Skip to comments.Iraq battling more than 200,000 insurgents: intelligence chief
Posted on 01/04/2005 12:54:36 PM PST by Rennes Templar
BAGHDAD, Jan 3 (AFP) - Iraq's insurgency counts more than 200,000 active fighters and sympathisers, the country's national intelligence chief told AFP, in the bleakest assessment to date of the armed revolt waged by Sunni Muslims.
"I think the resistance is bigger than the US military in Iraq. I think the resistance is more than 200,000 people," Iraqi intelligence service director General Mohamed Abdullah Shahwani said in an interview ahead of the January 30 elections.
Shahwani said the number includes at least 40,000 hardcore fighters but rises to more than 200,000 members counting part-time fighters and volunteers who provide rebels everything from intelligence and logistics to shelter.
The numbers far exceed any figure presented by the US military in Iraq, which has struggled to get a handle on the size of the resistance since toppling Saddam Hussein's regime in April 2003.
A senior US military officer declined to endorse or dismiss the spy chief's numbers.
"As for the size of the insurgency, we don't have good resolution on the size," the officer said on condition of anonymity.
Past US military assessments on the insurgency's size have been revised upwards from 5,000 to 20,000 full and part-time members, in the last half year, most recently in October.
Defense experts said it was impossible to divine the insurgency's total number, but called Shahwani's estimate a valid guess, with as much credence, if not more, than any US numbers.
"I believe General Shahwani's estimation, given that he is referring predominantly to active sympathizers and supporters and to part-time as well as full-time active insurgents, may not be completely out of the ballpark," said defense analyst Bruce Hoffman who served as an advisor to the US occupation in Iraq and now works for US-based think-tank RAND Corporation.
Compared to the coalition's figure, he said: "General Shahwani's -- however possibly high it may be, might well give a more accurate picture of the situation."
Anthony Cordesman, an Iraq analyst with the Washington-based Center for Strategic and International Studies, put Shahwani's estimates on an equal footing with the American's.
"The Iraqi figures do... recognize the reality that the insurgency in Iraq has broad support in Sunni areas while the US figures down play this to the point of denial."
Shahwani said the resistance enjoys wide backing in the provinces of Baghdad, Babel, Salahuddin, Diyala, Nineveh and Tamim, homes to Sunni Arabs who fear they will lose influence after the elections.
Insurgents have gained strength through Iraq's tight-knit tribal bonds and links to the old 400,000-strong Iraqi army, dissolved by the US occupation in May 2003 two months after the US-led invasion, he said.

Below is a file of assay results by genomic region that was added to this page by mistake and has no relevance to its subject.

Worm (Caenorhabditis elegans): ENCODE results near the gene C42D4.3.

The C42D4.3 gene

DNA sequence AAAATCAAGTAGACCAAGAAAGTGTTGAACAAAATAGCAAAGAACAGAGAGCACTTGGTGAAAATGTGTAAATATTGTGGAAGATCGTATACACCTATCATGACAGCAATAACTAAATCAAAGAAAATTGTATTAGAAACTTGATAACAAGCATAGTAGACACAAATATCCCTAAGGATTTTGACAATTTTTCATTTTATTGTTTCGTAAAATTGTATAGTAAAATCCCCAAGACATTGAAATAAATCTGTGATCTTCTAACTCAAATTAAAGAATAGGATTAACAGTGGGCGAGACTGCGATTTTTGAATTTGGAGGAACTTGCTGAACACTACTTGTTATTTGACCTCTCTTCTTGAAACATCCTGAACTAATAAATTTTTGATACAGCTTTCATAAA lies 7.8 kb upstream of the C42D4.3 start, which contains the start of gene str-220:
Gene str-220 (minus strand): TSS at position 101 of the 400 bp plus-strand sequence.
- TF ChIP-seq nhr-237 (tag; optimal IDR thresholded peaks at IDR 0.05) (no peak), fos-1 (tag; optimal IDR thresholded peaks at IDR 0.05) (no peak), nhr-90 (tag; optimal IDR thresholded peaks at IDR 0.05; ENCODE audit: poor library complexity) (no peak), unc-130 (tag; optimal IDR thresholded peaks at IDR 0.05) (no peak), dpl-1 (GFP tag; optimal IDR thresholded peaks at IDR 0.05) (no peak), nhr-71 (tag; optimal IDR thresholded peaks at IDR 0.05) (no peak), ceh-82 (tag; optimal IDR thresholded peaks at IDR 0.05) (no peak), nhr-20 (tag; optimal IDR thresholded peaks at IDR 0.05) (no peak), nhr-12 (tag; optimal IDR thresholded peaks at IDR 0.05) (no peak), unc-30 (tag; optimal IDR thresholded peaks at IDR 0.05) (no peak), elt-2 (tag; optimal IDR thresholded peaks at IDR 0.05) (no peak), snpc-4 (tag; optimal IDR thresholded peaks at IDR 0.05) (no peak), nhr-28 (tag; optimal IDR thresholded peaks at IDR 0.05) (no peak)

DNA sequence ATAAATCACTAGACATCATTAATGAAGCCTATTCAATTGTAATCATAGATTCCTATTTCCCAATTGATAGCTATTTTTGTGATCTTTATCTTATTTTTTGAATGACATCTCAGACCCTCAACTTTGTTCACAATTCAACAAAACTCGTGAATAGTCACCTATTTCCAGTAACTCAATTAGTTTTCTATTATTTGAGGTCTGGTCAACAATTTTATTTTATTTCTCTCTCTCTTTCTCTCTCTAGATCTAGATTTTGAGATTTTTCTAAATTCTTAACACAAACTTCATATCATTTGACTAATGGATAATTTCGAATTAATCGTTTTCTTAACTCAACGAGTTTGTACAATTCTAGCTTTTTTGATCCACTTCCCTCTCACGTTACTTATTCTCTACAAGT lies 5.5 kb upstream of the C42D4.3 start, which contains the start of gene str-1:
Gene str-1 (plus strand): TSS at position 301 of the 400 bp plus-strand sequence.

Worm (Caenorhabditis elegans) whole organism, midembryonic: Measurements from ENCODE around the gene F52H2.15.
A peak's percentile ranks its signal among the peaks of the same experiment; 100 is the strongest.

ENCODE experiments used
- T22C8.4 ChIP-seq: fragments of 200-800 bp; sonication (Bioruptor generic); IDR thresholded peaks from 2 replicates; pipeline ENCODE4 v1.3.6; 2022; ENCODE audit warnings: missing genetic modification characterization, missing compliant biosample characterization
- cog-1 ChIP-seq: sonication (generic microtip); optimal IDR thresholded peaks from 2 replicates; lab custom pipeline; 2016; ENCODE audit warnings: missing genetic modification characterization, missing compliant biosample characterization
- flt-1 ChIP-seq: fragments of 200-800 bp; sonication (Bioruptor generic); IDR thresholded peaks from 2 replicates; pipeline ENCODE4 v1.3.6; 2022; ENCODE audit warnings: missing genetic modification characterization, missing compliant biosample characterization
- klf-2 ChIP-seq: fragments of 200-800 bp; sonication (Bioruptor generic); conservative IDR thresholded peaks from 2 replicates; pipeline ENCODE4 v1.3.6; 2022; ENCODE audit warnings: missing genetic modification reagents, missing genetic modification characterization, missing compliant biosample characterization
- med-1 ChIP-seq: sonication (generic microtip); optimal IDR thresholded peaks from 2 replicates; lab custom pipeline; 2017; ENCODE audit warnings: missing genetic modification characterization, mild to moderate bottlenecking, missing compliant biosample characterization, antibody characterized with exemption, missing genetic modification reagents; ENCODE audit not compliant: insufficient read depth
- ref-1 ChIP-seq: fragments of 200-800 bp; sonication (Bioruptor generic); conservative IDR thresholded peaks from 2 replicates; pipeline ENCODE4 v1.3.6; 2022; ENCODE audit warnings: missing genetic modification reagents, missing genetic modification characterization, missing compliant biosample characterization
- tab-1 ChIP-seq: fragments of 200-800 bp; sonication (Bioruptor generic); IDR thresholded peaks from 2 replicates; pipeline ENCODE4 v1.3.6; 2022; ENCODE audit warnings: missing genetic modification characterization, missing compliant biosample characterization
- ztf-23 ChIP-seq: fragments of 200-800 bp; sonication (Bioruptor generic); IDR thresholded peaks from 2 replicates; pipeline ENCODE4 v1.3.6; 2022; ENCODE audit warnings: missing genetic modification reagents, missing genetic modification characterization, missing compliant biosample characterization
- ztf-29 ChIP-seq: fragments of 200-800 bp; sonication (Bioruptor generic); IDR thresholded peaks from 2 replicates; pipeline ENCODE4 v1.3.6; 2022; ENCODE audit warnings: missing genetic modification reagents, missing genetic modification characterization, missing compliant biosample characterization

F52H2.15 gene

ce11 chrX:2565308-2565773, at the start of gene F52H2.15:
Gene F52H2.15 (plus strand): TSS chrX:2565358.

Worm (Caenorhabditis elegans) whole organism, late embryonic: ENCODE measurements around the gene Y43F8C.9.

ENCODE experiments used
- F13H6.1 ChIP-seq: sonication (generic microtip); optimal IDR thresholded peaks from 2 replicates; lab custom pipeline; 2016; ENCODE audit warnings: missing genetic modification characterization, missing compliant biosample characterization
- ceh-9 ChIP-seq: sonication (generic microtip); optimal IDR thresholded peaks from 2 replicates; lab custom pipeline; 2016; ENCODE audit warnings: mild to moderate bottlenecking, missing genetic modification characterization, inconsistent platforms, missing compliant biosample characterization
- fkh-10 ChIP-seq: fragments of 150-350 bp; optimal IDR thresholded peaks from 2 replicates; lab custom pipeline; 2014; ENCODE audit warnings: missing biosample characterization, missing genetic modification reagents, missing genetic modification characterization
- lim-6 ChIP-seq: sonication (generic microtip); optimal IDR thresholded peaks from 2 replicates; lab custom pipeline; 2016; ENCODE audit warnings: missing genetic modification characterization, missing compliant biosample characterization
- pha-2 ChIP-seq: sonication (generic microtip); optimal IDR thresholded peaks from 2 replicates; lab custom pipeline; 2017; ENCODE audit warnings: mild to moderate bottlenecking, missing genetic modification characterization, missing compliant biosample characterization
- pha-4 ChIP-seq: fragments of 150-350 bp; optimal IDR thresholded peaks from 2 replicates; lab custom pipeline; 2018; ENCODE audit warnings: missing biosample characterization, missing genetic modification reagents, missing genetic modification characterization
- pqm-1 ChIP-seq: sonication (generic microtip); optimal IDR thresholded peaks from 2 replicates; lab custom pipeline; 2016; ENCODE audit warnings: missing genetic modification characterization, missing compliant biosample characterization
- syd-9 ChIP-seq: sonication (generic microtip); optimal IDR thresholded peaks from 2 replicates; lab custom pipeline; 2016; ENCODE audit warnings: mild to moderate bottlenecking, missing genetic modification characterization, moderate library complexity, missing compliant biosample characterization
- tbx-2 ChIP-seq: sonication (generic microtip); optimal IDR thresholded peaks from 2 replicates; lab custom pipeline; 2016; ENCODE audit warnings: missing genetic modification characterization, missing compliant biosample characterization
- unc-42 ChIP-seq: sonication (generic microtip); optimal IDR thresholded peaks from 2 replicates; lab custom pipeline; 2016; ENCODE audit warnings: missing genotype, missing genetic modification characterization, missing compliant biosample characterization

"People are fed up after two years, without improvement. People are fed up with no security, no electricity, people feel they have to do something. The army was hundreds of thousands. You'd expect some veterans would join with their relatives, each one has sons and brothers."
The rebels have turned city neighborhoods and small towns around central Iraq into virtual no-go zones despite successful US military efforts to reclaim former enclaves like Samarra and Fallujah, he said.
"What are you going to call the situation here (in Baghdad) when 20 to 30 men can move around with weapons and no one can get them in Adhamiyah, Dura and Ghazaliya," he said, naming neighborhoods in the capital.
The spy chief also questioned the success of the November campaign to retake Fallujah, which US forces have hailed as a major victory against the resistance.
"What we have now is an empty city almost destroyed... and most of the insurgents are free. They have gone either to Mosul or to Baghdad or other areas."
Shahwani pointed to a resurgent Baath party as the key to the insurgency's might. The Baath has split into three factions, with the deadliest being the branch still paying allegiance to jailed dictator Saddam Hussein, he said.
Shahwani said the core Baath fighting strength was more than 20,000.
Operating out of Syria, Saddam's half-brother Sabawi Ibrahim al-Hassan and former aide Mohamed Yunis al-Ahmed are providing funding and tapping their connections to old army divisions, particularily in Mosul, Samarra, Baquba, Kirkuk and Tikrit.
Saddam's henchman, Izzat Ibrahim al-Duri, still on the lam in Iraq, is also involved, he said.
Another two factions, which have broken from Saddam, are also around, but have yet to mount any attacks. The Baath are complemented by Islamist factions ranging from Abu Musab al-Zarqawi's al-Qaeda affiliate to Ansar al-Sunna and Ansar al-Islam.
Asked if the insurgents were winning, Shahwani answered: "I would say they aren't losing."
Oh brother. If it were that large, our forces would have been run out of the country by now.
doesn't have to be garbage. Let's learn a lesson from history, hundreds of years before the birth of Christ, Alexander the great and an army of 50k soldiers defeated a Persian army of 300k. The region's fighting qualities should not be overestimated though.
emphasize the sympathizers and de-empathsize the terrorists/fighters on that total....
I would guestimate that the total number of terrorists/fighters is under 15,000, most of which is not Iraqi....
Sounds like a bit of taqqiyah-speak to me.
Their spy chief is an idiot.
Just because we declared victory in May 2003 doesn't mean that the enemy declared defeat.
What is 200,000 based on? Really? It's based on nothing. I say there's 1,000,345. My number's just as valid as anyone's. The fact is we don't know how many there are, but it's a good guess there aren't 200,000. In fact, if there are 5,000 they're doing a piss poor job.